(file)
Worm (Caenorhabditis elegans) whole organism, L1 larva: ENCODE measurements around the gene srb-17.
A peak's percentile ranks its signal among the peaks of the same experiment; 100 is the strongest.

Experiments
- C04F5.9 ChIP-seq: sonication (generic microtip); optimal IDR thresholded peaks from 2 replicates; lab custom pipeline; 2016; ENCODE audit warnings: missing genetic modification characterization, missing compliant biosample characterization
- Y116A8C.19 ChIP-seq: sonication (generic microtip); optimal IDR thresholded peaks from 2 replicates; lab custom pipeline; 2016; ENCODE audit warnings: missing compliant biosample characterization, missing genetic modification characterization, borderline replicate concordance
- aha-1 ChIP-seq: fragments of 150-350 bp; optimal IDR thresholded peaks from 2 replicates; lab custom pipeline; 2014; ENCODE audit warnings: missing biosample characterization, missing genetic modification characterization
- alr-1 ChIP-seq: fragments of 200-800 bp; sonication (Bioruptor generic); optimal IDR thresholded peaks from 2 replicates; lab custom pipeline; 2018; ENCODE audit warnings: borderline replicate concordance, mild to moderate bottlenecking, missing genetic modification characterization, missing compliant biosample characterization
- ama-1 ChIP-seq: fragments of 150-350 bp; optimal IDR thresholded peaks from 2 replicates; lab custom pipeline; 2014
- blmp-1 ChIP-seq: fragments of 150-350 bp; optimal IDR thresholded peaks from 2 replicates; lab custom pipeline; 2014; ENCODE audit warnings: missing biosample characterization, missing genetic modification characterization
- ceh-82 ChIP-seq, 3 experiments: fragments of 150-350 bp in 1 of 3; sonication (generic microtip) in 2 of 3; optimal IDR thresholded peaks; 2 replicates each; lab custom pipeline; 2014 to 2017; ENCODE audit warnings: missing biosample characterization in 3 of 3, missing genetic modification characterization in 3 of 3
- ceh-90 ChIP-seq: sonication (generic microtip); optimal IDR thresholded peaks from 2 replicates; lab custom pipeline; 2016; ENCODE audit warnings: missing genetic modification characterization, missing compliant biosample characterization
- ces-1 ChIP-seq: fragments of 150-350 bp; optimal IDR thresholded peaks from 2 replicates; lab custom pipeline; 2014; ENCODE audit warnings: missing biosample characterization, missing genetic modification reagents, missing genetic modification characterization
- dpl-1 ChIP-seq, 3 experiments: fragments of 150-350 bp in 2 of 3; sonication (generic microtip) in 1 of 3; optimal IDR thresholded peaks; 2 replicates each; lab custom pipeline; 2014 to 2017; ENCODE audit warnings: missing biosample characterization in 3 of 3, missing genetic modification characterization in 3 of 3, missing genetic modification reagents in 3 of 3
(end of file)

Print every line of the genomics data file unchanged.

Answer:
Worm (Caenorhabditis elegans) whole organism, L1 larva: ENCODE measurements around the gene srb-17.
A peak's percentile ranks its signal among the peaks of the same experiment; 100 is the strongest.

Experiments
- C04F5.9 ChIP-seq: sonication (generic microtip); optimal IDR thresholded peaks from 2 replicates; lab custom pipeline; 2016; ENCODE audit warnings: missing genetic modification characterization, missing compliant biosample characterization
- Y116A8C.19 ChIP-seq: sonication (generic microtip); optimal IDR thresholded peaks from 2 replicates; lab custom pipeline; 2016; ENCODE audit warnings: missing compliant biosample characterization, missing genetic modification characterization, borderline replicate concordance
- aha-1 ChIP-seq: fragments of 150-350 bp; optimal IDR thresholded peaks from 2 replicates; lab custom pipeline; 2014; ENCODE audit warnings: missing biosample characterization, missing genetic modification characterization
- alr-1 ChIP-seq: fragments of 200-800 bp; sonication (Bioruptor generic); optimal IDR thresholded peaks from 2 replicates; lab custom pipeline; 2018; ENCODE audit warnings: borderline replicate concordance, mild to moderate bottlenecking, missing genetic modification characterization, missing compliant biosample characterization
- ama-1 ChIP-seq: fragments of 150-350 bp; optimal IDR thresholded peaks from 2 replicates; lab custom pipeline; 2014
- blmp-1 ChIP-seq: fragments of 150-350 bp; optimal IDR thresholded peaks from 2 replicates; lab custom pipeline; 2014; ENCODE audit warnings: missing biosample characterization, missing genetic modification characterization
- ceh-82 ChIP-seq, 3 experiments: fragments of 150-350 bp in 1 of 3; sonication (generic microtip) in 2 of 3; optimal IDR thresholded peaks; 2 replicates each; lab custom pipeline; 2014 to 2017; ENCODE audit warnings: missing biosample characterization in 3 of 3, missing genetic modification characterization in 3 of 3
- ceh-90 ChIP-seq: sonication (generic microtip); optimal IDR thresholded peaks from 2 replicates; lab custom pipeline; 2016; ENCODE audit warnings: missing genetic modification characterization, missing compliant biosample characterization
- ces-1 ChIP-seq: fragments of 150-350 bp; optimal IDR thresholded peaks from 2 replicates; lab custom pipeline; 2014; ENCODE audit warnings: missing biosample characterization, missing genetic modification reagents, missing genetic modification characterization
- dpl-1 ChIP-seq, 3 experiments: fragments of 150-350 bp in 2 of 3; sonication (generic microtip) in 1 of 3; optimal IDR thresholded peaks; 2 replicates each; lab custom pipeline; 2014 to 2017; ENCODE audit warnings: missing biosample characterization in 3 of 3, missing genetic modification characterization in 3 of 3, missing genetic modification reagents in 3 of 3